Sorting out good governance practices from bad ones is crucial to successful investing, because the stakes can be high. NMC Healthcare, a private healthcare provider based in the United Arab Emirates, illustrates how governance risk can adversely affect investors. The company understated its borrowings by US$4 billion over several years. When the extent of its poor governance came to light in 2019, it was placed in administration and bondholders suffered an 80% loss.
But the stakes can be high in a positive way too. For example, efforts by conscientious companies to improve their governance can pay off handsomely for investors. ContourGlobal, a UK-based power generation company with operations in Brazil, Bulgaria and Africa, enhanced its governance and environmental risk profiles by carrying out an initial public offering—making it subject to increased scrutiny and standards of transparency—and committing to build no new coal plants. These initiatives resulted in a significant decline in the company’s cost of funds, and investors in the company’s bonds during this period saw their holdings outperform.
Thus, governance issues shouldn’t weigh too negatively for EM corporations compared to their DM counterparts. But sorting out good from bad governance is indeed tricky, which brings us to our third myth.
Myth #3: Applying ESG to EM corporate bonds is too complicated.
Because ESG risks in this arena can seem impossibly opaque or complex, many investors don’t do the extensive due diligence required to differentiate within the EM corporate sector. However, it’s possible to identify and manage the ESG and other risks associated with EM corporates, given a sufficiently robust research methodology and investment process.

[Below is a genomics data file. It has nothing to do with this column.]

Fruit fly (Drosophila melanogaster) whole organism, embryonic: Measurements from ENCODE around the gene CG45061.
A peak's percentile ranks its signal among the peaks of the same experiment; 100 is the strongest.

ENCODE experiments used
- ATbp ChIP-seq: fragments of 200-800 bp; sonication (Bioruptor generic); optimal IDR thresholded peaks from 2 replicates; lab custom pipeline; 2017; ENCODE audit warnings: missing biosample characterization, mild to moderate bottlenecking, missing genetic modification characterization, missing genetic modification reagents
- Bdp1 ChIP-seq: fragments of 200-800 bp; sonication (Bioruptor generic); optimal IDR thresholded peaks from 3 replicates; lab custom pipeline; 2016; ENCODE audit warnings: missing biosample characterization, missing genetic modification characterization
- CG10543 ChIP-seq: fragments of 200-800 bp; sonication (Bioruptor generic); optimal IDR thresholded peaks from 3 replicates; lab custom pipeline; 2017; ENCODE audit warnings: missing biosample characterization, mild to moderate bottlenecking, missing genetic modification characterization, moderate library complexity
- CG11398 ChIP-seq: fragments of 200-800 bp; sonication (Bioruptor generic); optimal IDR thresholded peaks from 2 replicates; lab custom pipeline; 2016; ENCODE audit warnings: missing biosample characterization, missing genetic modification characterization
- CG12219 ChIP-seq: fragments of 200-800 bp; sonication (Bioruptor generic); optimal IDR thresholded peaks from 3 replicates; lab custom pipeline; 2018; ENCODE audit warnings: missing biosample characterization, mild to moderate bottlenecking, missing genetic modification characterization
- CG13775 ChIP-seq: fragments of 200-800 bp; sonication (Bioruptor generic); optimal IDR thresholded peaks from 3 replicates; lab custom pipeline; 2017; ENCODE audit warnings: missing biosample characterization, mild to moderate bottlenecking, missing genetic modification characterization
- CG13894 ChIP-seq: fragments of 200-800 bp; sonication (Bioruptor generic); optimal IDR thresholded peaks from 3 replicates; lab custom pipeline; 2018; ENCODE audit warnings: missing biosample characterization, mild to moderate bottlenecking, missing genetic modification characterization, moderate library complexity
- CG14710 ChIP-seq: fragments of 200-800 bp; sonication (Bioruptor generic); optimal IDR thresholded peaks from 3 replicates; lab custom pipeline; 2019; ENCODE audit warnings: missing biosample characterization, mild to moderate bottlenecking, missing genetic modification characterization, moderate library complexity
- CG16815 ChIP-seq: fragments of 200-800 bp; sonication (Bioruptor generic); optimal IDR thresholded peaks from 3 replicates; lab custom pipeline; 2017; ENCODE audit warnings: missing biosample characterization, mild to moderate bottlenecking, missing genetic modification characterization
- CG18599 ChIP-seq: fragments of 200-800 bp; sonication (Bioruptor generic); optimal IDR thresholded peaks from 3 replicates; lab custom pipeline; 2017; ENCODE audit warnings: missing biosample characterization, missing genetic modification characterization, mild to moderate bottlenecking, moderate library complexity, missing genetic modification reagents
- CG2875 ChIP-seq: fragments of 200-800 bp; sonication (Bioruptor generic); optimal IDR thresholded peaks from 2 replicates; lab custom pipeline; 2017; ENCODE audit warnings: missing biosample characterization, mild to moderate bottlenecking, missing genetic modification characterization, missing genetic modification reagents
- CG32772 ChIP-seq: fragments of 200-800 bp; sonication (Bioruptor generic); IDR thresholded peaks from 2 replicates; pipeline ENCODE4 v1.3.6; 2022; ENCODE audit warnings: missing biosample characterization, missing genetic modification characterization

In particular, a 360-degree approach to collaboration across teams of economists, analysts, portfolio managers and specialists in responsible investing ensures the collection and assessment of relevant and timely information.
Such capabilities can identify opportunities as well as risks, making EM corporate bonds a rational and attractive proposition—not only for investors who are explicitly targeting responsible-investment outcomes but also for those who are primarily concerned with capturing competitive risk-adjusted returns.
Myth #4: ESG is too new and too niche to be effective with EM corporates.
ESG terminology may be new, but ESG risks aren’t—and they are real credit risks. Our research has shown that about two-thirds of the EM corporate bonds that underperformed over the past 10 years did so specifically because of ESG reasons, from catastrophic environmental events to accounting fraud. On the flip side, financing terms can be better for companies with strong ESG practices, which strengthens an issuer’s bottom line.
That means that, even if ESG isn’t top of mind for investors, they should incorporate ESG factors into the analysis, because it impacts every EM corporate issuers’ bottom line. And if ESG is top of mind, investing in emerging-market companies can help finance the world’s transition to greater social empowerment and environmental sustainability.